There has been a recent upturn in the amount of scholarly attention fixed on the ethics of humor. This renewed interest is a mere resumption of the debate over humor that has raged throughout history. This paper is intended to fulfill a useful role in that discussion, and to turn the dialogue to a greater appreciation of humor. The insight that drives this paper is that we must give offensive, politically-incorrect humor a far greater latitude than we would give offensive, politically-incorrect "serious" statements. Humor is more cognitively complex than serious speech, and is thus an effective educational tool. It can help advance dialogue between two or more parties who might otherwise be unable to engage in dialogue, as well as influence the opinions of any passive third party observers of a humorous exchange. It has the potential to be an extremely effective dialogic tool in a pluralistic, multicultural deliberative democracy.
Is dishonesty used by democratically elected leaders as a tactic for political, social or economic purposes is defensible? Recognizing that the democratic politician is held to a higher ethical standard because of a) the nature of politics and b) the ethical relationship forged in trust between leader and people, it seems obvious that the answer is no. Some political theorists, most notably Niccolo Machiavelli and Michael Walzer, argue the contrary, however and maintain that certain immoral acts by a politician are justified. Defenders of this ‘dirty hands’ principle generally use a consequentialist calculus, weighing the benefits of an action versus its costs. Unfortunately for the aforementioned theorists, when dealing with ethics in a democracy, consequentialism is unfit for judging the actions of democratically elected leaders. A deontological judgment, derived from the nature of democratic association is far superior to the weighing of unforeseen consequences. Accordingly, lying by democratically elected leaders is never justified or excusable because deceit contradicts the principles of established democratic governance, violates the trust necessary to sustain democracy, and marginalizes the moral worth of each individual citizen.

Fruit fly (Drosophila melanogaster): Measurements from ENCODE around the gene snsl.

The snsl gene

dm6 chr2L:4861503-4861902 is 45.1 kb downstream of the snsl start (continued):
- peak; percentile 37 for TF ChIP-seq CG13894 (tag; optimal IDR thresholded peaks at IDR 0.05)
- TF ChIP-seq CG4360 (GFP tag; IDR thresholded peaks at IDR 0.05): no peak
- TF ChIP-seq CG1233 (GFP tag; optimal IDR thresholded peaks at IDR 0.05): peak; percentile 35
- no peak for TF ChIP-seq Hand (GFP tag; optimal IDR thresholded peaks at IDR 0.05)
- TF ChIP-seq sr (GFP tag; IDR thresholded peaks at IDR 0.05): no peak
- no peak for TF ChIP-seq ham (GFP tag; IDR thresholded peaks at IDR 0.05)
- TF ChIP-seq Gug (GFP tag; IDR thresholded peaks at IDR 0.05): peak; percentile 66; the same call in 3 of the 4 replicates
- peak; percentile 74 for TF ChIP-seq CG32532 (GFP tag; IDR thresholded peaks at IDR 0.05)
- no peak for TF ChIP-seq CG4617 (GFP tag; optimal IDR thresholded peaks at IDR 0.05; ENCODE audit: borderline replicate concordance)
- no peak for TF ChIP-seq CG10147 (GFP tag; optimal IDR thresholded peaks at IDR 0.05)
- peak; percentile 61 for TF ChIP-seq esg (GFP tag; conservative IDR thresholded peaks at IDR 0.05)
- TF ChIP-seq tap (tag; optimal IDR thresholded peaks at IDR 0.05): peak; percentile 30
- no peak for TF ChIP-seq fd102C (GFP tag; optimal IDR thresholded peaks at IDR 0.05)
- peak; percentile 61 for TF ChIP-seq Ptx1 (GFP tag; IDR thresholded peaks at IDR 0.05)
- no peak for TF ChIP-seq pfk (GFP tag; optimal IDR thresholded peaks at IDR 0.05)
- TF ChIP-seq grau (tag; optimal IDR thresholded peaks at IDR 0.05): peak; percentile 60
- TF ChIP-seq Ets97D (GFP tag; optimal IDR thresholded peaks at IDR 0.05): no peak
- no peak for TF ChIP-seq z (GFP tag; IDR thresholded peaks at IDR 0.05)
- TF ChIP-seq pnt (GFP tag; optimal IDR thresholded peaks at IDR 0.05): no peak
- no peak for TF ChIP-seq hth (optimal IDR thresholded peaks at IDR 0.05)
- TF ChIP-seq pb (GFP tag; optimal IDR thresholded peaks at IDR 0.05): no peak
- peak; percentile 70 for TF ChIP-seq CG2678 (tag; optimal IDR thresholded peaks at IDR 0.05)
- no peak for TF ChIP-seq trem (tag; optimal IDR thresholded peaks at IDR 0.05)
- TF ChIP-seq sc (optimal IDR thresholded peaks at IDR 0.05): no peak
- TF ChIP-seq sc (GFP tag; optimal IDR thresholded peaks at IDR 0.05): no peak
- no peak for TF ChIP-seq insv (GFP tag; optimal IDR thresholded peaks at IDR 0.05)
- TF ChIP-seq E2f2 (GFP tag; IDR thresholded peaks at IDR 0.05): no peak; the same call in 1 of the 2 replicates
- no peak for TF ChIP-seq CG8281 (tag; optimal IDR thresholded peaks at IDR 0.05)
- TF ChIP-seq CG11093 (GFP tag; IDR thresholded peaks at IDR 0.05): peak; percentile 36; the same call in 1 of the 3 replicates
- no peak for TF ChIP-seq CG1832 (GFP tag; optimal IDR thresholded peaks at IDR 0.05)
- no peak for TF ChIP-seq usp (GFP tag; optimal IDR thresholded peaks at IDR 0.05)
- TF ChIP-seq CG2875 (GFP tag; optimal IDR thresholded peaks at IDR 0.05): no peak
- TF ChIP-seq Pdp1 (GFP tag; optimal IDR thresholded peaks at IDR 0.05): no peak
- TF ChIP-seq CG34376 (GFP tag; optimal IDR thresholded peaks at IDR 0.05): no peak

This paper provides an examination of California’s initiatives and popular referenda since 1970 that have explicitly targeted minority rights, asking the question whether these instances are evidence of the occurrence of majority tyranny through the institutional devices of direct democracy. A theoretical discussion of majority tyranny and the factors that may contribute to its occurrence is offered. The future viability of direct democracy is evaluated via reforms that could be made to secure and safeguard the rights of political minorities.
“The LDS Church: American or Not Are the political, social, and internal policies of the LDS Church
consistent with liberal democracy?”
This paper focuses on the political and social policies of the Church of Jesus Christ of Latter-day Saints (LDS), as well as the internal oppression that exists with its membership. John Stuart Mill’s On Liberty is used as a lens to help analyze whether or not these policies a consistent with a liberal democracy. Numerous case studies current and past are used to help understand these issues. The final section of the paper compares the LDS interpretation of their own history to a more liberal interpretation.
“Beefing up the Pork: A Study of Congress' Pursuit of Distributive Benefits”
This paper describes distributive politics as a phenomenon in Congress that works against the general good of the nation. With re-election being primary in the minds of congress-people, they sacrifice the common good in exchange for distributive benefits and packages in their districts. The paper specifically looks at military spending after September 11, 2001, a time when Congress would assumedly be most interested in looking out for the common good of the nation, with defense of the nation at the top of its agenda. Looks at how even at this time, pork barrel politics remained high on Congress' agenda and examines the way that the defense budget was cut to further distributive spending. This paper uses the case study of the Defense Appropriations Bill FY02 to prove the theory of distributive politics, which suggests that congress will abandon the good of the nation in order to pursue personal goals of re-election.
This paper provides an examination of the Wolfowitz-Bush doctrine of
preemption. The paper specially looks at the application of the doctrine
to nations such as Afghanistan and Iraq to determine if the doctrine of
preemption is ethically justifiable. In order to determine the
justification the Wolfowitz-Bush doctrine, the doctrine is tested against
just war theory, international law, and consequential moral theory.